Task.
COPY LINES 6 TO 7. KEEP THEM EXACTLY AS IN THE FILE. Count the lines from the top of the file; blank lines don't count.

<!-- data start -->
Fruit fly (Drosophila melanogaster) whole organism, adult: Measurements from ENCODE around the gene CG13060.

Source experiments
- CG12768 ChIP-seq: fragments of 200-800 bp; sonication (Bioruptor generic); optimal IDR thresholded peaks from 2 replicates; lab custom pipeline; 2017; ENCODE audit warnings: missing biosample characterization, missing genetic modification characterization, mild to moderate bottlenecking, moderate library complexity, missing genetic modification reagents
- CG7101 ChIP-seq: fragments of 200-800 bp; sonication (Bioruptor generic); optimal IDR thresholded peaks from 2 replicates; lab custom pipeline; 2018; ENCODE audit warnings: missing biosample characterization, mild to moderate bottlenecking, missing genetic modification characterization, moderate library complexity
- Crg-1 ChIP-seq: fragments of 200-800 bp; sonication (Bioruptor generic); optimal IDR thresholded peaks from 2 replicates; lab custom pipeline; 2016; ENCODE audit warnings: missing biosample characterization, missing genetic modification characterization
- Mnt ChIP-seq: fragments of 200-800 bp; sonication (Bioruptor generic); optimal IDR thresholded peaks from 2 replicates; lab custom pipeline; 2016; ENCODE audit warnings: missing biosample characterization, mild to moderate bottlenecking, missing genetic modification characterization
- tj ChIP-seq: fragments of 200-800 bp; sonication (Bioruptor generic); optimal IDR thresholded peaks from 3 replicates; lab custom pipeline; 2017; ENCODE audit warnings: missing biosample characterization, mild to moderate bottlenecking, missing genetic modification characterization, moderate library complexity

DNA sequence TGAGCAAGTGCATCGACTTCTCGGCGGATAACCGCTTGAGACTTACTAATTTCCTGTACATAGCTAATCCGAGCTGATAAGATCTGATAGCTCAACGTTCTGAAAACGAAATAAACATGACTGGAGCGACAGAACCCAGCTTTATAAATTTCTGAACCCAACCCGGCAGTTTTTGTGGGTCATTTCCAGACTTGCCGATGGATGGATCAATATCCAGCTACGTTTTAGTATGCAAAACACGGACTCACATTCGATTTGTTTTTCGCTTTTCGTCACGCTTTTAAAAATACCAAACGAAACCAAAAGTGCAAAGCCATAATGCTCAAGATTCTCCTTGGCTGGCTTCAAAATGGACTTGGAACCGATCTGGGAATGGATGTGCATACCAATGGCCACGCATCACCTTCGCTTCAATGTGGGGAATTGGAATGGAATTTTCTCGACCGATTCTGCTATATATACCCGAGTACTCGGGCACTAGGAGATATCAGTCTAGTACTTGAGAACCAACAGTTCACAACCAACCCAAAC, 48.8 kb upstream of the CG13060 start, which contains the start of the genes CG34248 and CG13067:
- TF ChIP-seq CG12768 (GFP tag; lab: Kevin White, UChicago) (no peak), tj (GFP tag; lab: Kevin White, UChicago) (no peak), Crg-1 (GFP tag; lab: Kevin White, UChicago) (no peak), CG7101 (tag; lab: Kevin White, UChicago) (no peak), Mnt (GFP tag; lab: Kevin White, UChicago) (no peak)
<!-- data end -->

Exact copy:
- Mnt ChIP-seq: fragments of 200-800 bp; sonication (Bioruptor generic); optimal IDR thresholded peaks from 2 replicates; lab custom pipeline; 2016; ENCODE audit warnings: missing biosample characterization, mild to moderate bottlenecking, missing genetic modification characterization
- tj ChIP-seq: fragments of 200-800 bp; sonication (Bioruptor generic); optimal IDR thresholded peaks from 3 replicates; lab custom pipeline; 2017; ENCODE audit warnings: missing biosample characterization, mild to moderate bottlenecking, missing genetic modification characterization, moderate library complexity